Animal care staff at the National Zoo welcomed a new resident to Elephant Trails May 22—Bozie, a 37-year-old female Asian elephant. She arrived safely and is now in quarantine for approximately 30 days. Elephant Manager Marie Galloway, Zoo Veterinarian Nancy Boedeker, and a keeper from the Baton Rouge Zoo accompanied Bozie as she traveled via truck more than 1,100 miles to her new home in Washington, D.C.
When Bozie’s only companion died in March, the Baton Rouge Zoo worked diligently to find a home for its single elephant. At the Zoo’s Elephant Trails complex, Bozie will have three companions: females Ambika (65) and Shanthi (38), and Shanthi’s 11-year-old male offspring, Kandula.Records show that Bozie and Shanthi lived in Sri Lanka together briefly as young calves at the Elephant Orphanage Department of Wildlife Conservation before being transported to North America.
“Social interaction is key to an elephant’s mental and physical well-being,” said Don Moore, associate director of Animal Care Sciences. “We do everything we can to encourage these natural social bonds. I’m so jazzed for our herd and elephant team!”
Two months ago, the Elephant Community Center opened and marked the completion of Elephant Trails, the Zoo’s seven-year, $56 million project. This state-of-the-art exhibit was designed in keeping with the best practices for Asian elephant management. It includes space for socializing, training and playing while providing the elephant staff safe access to the animals. Altogether, the facility can house eight to ten adult elephants and their young.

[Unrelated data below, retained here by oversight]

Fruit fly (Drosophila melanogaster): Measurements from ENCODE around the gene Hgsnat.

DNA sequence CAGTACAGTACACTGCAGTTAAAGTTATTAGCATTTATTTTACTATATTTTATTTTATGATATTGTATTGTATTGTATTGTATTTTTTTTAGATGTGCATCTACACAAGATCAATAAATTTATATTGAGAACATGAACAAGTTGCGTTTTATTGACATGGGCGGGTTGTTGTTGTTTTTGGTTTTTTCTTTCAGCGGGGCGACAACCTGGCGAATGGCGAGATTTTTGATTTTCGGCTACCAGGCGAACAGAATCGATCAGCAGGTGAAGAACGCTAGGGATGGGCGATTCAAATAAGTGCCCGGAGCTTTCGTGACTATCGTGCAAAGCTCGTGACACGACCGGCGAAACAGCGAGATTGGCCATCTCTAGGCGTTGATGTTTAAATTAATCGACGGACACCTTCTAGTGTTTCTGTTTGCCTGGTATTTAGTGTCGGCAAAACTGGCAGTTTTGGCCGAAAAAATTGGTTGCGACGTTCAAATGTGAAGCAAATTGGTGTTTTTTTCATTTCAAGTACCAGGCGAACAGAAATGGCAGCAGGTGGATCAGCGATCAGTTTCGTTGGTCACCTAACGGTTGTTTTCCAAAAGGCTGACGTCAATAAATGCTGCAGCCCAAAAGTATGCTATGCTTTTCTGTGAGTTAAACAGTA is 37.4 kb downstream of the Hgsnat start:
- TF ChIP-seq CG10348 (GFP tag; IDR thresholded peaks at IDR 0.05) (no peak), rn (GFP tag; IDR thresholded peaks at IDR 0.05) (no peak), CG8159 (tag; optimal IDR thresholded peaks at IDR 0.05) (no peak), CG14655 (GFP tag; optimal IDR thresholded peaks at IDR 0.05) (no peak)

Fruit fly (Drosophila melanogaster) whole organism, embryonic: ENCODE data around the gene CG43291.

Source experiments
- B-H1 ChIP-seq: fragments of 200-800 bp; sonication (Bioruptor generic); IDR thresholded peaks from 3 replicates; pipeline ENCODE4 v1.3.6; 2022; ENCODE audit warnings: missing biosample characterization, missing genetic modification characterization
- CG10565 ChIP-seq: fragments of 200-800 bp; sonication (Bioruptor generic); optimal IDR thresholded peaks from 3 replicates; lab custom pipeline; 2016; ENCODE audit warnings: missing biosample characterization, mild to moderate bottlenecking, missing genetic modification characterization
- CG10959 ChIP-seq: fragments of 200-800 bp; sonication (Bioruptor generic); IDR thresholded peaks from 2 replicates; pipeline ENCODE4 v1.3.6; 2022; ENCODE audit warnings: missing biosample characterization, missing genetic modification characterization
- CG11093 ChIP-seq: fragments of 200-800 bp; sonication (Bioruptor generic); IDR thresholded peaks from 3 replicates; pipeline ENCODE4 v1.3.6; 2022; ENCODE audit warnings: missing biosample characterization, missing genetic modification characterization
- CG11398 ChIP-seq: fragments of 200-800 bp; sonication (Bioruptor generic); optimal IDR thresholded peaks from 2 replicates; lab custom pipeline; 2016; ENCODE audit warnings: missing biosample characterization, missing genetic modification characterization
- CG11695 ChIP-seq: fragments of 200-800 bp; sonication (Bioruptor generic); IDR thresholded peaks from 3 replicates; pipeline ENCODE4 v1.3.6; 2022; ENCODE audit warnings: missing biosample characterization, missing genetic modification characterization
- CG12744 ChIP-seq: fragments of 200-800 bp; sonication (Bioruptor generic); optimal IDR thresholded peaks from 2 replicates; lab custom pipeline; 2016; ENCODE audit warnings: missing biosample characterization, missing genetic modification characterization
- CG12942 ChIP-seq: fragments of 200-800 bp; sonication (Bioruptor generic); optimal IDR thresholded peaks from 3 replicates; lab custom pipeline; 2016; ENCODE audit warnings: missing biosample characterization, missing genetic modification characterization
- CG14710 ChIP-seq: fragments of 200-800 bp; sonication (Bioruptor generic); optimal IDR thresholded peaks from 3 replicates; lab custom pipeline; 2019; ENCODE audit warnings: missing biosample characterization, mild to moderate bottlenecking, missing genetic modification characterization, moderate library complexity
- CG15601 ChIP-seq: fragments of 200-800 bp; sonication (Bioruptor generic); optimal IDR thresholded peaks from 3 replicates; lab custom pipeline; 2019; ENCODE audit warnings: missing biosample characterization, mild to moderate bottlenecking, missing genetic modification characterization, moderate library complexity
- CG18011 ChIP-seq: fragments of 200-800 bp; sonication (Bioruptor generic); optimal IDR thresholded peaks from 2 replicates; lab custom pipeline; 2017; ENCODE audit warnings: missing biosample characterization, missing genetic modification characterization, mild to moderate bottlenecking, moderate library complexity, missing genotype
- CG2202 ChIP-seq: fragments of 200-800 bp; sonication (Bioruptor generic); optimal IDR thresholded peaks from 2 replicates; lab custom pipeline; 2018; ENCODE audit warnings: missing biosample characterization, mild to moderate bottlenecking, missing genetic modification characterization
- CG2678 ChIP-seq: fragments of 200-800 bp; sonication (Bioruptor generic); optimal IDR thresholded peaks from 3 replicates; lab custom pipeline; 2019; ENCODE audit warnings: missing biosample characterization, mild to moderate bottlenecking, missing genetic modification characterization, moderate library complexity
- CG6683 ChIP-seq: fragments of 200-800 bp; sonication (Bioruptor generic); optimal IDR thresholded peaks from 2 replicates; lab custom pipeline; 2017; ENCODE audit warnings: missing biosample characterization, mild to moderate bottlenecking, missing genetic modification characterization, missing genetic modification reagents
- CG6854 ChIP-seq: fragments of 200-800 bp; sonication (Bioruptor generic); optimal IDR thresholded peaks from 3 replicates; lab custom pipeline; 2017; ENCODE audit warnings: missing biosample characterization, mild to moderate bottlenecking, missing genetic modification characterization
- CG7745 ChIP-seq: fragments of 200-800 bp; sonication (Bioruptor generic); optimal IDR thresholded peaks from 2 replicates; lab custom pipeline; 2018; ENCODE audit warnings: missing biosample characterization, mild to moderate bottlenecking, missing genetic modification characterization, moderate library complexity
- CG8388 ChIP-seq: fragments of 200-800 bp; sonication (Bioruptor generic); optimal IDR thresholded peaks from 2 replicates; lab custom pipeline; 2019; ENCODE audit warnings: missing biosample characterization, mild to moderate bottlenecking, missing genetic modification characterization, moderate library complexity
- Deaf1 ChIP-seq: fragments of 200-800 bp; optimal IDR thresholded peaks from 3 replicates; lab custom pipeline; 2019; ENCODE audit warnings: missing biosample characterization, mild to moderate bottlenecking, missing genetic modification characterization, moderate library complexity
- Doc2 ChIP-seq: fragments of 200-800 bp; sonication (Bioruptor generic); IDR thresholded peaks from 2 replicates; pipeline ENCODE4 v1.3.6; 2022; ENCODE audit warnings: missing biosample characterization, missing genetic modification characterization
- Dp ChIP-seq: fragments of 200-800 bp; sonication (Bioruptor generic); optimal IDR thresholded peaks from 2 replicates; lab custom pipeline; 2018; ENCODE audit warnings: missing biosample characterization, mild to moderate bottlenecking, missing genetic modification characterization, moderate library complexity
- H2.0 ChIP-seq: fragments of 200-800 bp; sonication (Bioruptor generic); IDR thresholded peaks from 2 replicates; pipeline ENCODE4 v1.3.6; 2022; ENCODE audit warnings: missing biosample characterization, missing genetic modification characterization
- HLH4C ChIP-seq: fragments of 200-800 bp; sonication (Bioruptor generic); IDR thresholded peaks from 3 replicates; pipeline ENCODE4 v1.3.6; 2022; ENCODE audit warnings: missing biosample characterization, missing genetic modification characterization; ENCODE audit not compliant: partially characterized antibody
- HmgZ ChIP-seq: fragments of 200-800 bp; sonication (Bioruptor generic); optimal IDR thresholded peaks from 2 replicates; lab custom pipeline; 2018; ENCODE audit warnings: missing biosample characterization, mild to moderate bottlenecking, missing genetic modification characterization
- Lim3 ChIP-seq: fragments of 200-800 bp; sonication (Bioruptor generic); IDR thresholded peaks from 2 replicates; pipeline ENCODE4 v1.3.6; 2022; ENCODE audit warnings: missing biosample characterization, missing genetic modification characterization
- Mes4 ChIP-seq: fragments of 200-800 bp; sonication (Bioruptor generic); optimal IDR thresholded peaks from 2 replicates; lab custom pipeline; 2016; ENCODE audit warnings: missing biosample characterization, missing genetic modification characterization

Bozie is off-exhibit in the Elephant Barn and will be cared for by keepers, nutritionists and veterinarians per standard quarantine procedure. To keep Bozie mentally and physically stimulated, keepers will provide her with a variety of enrichment, including bamboo, boomer balls and puzzle feeders.
Once Bozie clears quarantine, keepers will begin the introduction process. Initially, the elephants will have only visual access to one another. As they become familiar with one another’s smell, looks and temperament, keepers will begin the next phase of visual and tactile access through a barrier. Eventually, they will spend time together in the same enclosure.
“Elephants are equally curious and cautious in meeting a new member of the herd,” said Galloway. “By watching their behavioral cues, we’ll be able to determine their comfort level and can move as quickly or slowly as they see fit. Our goal is for Bozie, Shanthi, and Ambika to bond and live together as a herd.”
Zoo visitors can see Ambika, Shanthi and Kandula on exhibit at Elephant Trails.
Funds for the elephant transfer are provided by Friends of the National Zoo, the Zoo’s membership organization.